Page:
Gaslighting, a form of psychological abuse in which a person or group causes someone to question their own sanity, memories or perception of reality, was the 2022 word of the year, according to Merriam-Webster. Medical gaslighting, specifically, is a phenomenon in which patients’ illnesses and symptoms are dismissed, ignored, treated as minor or insignificant, or told they are purely psychological. This can lead to misdiagnosis, or a lack of diagnosis, and delay medical intervention. Unfortunately, I have personal experience with this.
Feeling dismissed and ignored when seeking health care
The first time I experienced medical gaslighting was when I was seeking fertility treatment in 2018, and I didn’t recognize it until after the fact. Instead of trying to help me finally get and stay pregnant again, I was dismissed and treated as if it was all in my head. I had real infertility issues, but I have never felt so small or so ignored. One nurse actually told me that my fertility issues were my fault, because the doctor was perfect and never made mistakes. That is unacceptable!
I had to learn to advocate for myself and stand up for myself, but in the end, all I could do was leave that clinic.
A few months ago, I was in the ER, where several practitioners told me that my abdominal pain was probably just from “women issues.” They said that women often “mistake real pain for cramps or constipation.” I repeatedly explained my history of fertility issues and asked to see an OB-GYN to get a correct diagnosis for my pain. The last doctor I saw literally laughed at this idea and said, “Well, I don’t need to know that and I won’t ask whose problem that is.” I got very upset, felt very small and demanded to leave the hospital—I was not going to get answers there. I’ve since met and spoken with my OB, and I am scheduled for a diagnostic laparoscopy for endometriosis.
Knowing medical gaslighting happens way too frequently, it’s important to understand how common medical gaslighting is, know how to spot the warning signs—and identify next steps to take if this happens to you.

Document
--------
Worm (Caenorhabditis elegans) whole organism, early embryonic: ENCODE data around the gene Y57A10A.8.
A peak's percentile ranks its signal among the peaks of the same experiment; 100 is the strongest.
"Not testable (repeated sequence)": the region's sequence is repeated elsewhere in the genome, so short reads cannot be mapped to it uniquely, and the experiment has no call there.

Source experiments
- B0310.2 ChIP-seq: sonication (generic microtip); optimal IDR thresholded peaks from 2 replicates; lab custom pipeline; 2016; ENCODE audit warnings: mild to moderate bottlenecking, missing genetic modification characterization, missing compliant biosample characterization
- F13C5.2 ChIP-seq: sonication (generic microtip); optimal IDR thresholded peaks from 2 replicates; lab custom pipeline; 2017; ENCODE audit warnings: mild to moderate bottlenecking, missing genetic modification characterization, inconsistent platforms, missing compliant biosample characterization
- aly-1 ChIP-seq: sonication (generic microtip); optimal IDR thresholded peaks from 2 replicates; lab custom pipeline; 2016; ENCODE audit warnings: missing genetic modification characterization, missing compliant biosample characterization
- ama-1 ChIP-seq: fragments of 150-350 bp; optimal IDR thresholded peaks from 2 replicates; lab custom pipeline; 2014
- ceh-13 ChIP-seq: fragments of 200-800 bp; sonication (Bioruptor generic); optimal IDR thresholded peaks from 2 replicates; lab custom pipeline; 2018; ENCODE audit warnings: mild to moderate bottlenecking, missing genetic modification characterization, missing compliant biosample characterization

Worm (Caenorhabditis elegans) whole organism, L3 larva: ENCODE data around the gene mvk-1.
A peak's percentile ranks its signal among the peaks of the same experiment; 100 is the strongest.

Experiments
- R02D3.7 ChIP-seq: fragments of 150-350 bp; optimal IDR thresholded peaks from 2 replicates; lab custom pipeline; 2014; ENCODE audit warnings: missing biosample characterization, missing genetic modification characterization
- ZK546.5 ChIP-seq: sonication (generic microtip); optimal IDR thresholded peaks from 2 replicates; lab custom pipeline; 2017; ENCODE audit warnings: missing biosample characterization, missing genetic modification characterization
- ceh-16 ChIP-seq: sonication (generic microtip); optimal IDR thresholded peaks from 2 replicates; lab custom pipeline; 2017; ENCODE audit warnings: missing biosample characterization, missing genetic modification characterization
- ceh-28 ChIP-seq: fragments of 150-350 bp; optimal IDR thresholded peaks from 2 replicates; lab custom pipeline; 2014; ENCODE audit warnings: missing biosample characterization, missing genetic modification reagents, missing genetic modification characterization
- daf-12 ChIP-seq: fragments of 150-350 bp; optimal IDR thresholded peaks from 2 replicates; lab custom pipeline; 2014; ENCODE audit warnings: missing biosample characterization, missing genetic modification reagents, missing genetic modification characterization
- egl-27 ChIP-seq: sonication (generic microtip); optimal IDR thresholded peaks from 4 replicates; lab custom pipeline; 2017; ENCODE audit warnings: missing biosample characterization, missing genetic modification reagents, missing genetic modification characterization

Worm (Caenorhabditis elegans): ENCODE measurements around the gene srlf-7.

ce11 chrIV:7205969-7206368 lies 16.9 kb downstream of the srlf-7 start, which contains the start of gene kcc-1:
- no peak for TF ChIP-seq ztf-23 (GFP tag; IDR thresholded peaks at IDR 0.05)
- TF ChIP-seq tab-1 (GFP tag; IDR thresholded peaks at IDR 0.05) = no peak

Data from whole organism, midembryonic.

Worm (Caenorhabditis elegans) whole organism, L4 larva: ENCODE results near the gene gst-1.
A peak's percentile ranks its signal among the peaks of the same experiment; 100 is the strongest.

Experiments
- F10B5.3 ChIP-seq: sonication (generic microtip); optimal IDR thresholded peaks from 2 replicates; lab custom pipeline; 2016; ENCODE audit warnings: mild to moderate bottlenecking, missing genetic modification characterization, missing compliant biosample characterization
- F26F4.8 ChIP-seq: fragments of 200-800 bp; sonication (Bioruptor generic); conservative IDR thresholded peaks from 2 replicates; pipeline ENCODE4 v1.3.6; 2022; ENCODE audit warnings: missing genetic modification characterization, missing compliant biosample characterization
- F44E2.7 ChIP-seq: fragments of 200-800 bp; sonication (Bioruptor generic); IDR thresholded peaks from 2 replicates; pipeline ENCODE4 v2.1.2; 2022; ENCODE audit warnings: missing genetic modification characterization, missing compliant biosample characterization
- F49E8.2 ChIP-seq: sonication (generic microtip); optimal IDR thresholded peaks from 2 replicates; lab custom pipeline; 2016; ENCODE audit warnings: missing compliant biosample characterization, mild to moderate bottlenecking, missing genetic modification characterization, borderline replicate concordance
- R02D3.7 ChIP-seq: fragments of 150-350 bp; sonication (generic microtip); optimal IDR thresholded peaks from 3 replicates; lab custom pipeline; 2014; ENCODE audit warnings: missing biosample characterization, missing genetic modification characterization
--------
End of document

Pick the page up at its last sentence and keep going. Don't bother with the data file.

How common is medical gaslighting?
Medical gaslighting can happen to anyone, but it’s most common for women and people of color. Even when they have the same symptoms as men, women are treated less aggressively for autoimmune disorders, traumatic brain injury and chronic pain.
Women are also made to wait longer for pain medication than men when experiencing the same severe physical symptoms. Doctors are more likely to describe Black patients as agitated or non-compliant than white patients, and this often leads to discrepancies in health care. It is also very common for people of color to receive poor-quality medical care, or for their symptoms to be misdiagnosed or dismissed altogether.
Warning signs of medical gaslighting
It can be difficult to recognize medical gaslighting as it is happening, because many patients feel they should simply trust whatever a doctor says. But it’s important to know what to look out for.
A major sign of medical gaslighting is when a doctor immediately downplays your symptoms, or clearly does not believe you. Here are other red flags.
Signs of medical gaslighting
- Not listening or engaging in a conversation with you
- Not asking questions, or trying to help figure out what’s happening
- Refusing to give you a referral to another specialist that could help you further
- Shutting down your complaints or ignoring your concerns
- Blames you for any of your symptoms (such as saying “you’re just on your period” or “you’re probably just stressed from work”)
- Forcing you to argue just to be taken seriously and listened to
- Trying to convince you it’s just in your head
- Giving you a generalized statistics or stereotypes as a response (instead of looking into your specific symptoms and body)
How to take action
If you have experienced medical gaslighting in the past, or do in the future, know that it is not your fault. Absolutely no one deserves to be ignored or dismissed, and there are people in health care who want to help you.
Here are some concrete ways you can advocate for yourself in a healthcare setting:
- Write down a list of your questions and concerns
- Ask for a copy of your medical records
- Take note of the names of doctors and nurses that meet with you
- Take a family member or friend with you to help listen and speak up for you
- Ask to speak with another doctor or specialist, if you feel that’s needed
- Know your rights and what is unacceptable treatment at any health care facility
- Be firm and assertive—but only you know how you feel
It can be devastating to experience medical gaslighting, but if it happens to you, please try to find another doctor or healthcare practitioner who will listen to you and who will take your concerns seriously. Your health care matters, and you deserve to be heard—without having to fight this hard.